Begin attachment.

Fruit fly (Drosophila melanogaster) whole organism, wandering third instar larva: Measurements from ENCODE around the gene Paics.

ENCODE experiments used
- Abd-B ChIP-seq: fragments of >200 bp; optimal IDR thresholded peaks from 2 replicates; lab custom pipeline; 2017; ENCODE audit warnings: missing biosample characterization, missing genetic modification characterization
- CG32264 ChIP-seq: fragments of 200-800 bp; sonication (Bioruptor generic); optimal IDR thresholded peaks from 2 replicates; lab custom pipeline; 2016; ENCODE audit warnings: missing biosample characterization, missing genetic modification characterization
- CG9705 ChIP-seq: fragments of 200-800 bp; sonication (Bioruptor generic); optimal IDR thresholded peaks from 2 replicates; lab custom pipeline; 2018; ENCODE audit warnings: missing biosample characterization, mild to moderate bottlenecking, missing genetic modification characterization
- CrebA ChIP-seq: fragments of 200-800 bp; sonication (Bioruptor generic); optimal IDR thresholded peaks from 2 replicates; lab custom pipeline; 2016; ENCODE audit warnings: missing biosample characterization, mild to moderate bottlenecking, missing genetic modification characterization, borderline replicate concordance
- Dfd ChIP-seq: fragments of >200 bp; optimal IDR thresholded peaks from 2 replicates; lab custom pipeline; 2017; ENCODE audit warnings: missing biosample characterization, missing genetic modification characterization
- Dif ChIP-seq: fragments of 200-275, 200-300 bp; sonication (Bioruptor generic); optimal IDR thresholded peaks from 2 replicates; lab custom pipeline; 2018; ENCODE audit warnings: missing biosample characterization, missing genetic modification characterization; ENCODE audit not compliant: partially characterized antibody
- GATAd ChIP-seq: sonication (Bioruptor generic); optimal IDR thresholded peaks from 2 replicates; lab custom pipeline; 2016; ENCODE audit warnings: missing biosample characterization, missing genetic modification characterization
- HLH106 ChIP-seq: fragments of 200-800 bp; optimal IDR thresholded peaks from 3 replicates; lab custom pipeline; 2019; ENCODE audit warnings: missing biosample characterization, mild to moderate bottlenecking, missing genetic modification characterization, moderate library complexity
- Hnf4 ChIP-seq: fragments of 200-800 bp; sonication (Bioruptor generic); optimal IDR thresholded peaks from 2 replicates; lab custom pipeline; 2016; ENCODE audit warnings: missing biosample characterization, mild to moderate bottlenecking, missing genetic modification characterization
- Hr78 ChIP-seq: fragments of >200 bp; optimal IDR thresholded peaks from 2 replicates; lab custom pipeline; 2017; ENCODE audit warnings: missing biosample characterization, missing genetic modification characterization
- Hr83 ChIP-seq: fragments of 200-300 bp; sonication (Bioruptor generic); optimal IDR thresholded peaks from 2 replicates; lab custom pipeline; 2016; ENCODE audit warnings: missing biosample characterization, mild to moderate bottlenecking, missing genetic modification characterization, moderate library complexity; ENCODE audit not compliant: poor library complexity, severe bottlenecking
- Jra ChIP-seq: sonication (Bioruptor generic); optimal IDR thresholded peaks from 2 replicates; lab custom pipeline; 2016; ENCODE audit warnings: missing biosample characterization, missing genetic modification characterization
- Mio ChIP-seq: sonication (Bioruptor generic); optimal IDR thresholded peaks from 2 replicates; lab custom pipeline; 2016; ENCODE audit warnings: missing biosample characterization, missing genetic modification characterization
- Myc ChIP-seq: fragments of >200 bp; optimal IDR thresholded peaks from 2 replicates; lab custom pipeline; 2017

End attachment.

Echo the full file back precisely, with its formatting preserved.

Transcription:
Fruit fly (Drosophila melanogaster) whole organism, wandering third instar larva: Measurements from ENCODE around the gene Paics.

ENCODE experiments used
- Abd-B ChIP-seq: fragments of >200 bp; optimal IDR thresholded peaks from 2 replicates; lab custom pipeline; 2017; ENCODE audit warnings: missing biosample characterization, missing genetic modification characterization
- CG32264 ChIP-seq: fragments of 200-800 bp; sonication (Bioruptor generic); optimal IDR thresholded peaks from 2 replicates; lab custom pipeline; 2016; ENCODE audit warnings: missing biosample characterization, missing genetic modification characterization
- CG9705 ChIP-seq: fragments of 200-800 bp; sonication (Bioruptor generic); optimal IDR thresholded peaks from 2 replicates; lab custom pipeline; 2018; ENCODE audit warnings: missing biosample characterization, mild to moderate bottlenecking, missing genetic modification characterization
- CrebA ChIP-seq: fragments of 200-800 bp; sonication (Bioruptor generic); optimal IDR thresholded peaks from 2 replicates; lab custom pipeline; 2016; ENCODE audit warnings: missing biosample characterization, mild to moderate bottlenecking, missing genetic modification characterization, borderline replicate concordance
- Dfd ChIP-seq: fragments of >200 bp; optimal IDR thresholded peaks from 2 replicates; lab custom pipeline; 2017; ENCODE audit warnings: missing biosample characterization, missing genetic modification characterization
- Dif ChIP-seq: fragments of 200-275, 200-300 bp; sonication (Bioruptor generic); optimal IDR thresholded peaks from 2 replicates; lab custom pipeline; 2018; ENCODE audit warnings: missing biosample characterization, missing genetic modification characterization; ENCODE audit not compliant: partially characterized antibody
- GATAd ChIP-seq: sonication (Bioruptor generic); optimal IDR thresholded peaks from 2 replicates; lab custom pipeline; 2016; ENCODE audit warnings: missing biosample characterization, missing genetic modification characterization
- HLH106 ChIP-seq: fragments of 200-800 bp; optimal IDR thresholded peaks from 3 replicates; lab custom pipeline; 2019; ENCODE audit warnings: missing biosample characterization, mild to moderate bottlenecking, missing genetic modification characterization, moderate library complexity
- Hnf4 ChIP-seq: fragments of 200-800 bp; sonication (Bioruptor generic); optimal IDR thresholded peaks from 2 replicates; lab custom pipeline; 2016; ENCODE audit warnings: missing biosample characterization, mild to moderate bottlenecking, missing genetic modification characterization
- Hr78 ChIP-seq: fragments of >200 bp; optimal IDR thresholded peaks from 2 replicates; lab custom pipeline; 2017; ENCODE audit warnings: missing biosample characterization, missing genetic modification characterization
- Hr83 ChIP-seq: fragments of 200-300 bp; sonication (Bioruptor generic); optimal IDR thresholded peaks from 2 replicates; lab custom pipeline; 2016; ENCODE audit warnings: missing biosample characterization, mild to moderate bottlenecking, missing genetic modification characterization, moderate library complexity; ENCODE audit not compliant: poor library complexity, severe bottlenecking
- Jra ChIP-seq: sonication (Bioruptor generic); optimal IDR thresholded peaks from 2 replicates; lab custom pipeline; 2016; ENCODE audit warnings: missing biosample characterization, missing genetic modification characterization
- Mio ChIP-seq: sonication (Bioruptor generic); optimal IDR thresholded peaks from 2 replicates; lab custom pipeline; 2016; ENCODE audit warnings: missing biosample characterization, missing genetic modification characterization
- Myc ChIP-seq: fragments of >200 bp; optimal IDR thresholded peaks from 2 replicates; lab custom pipeline; 2017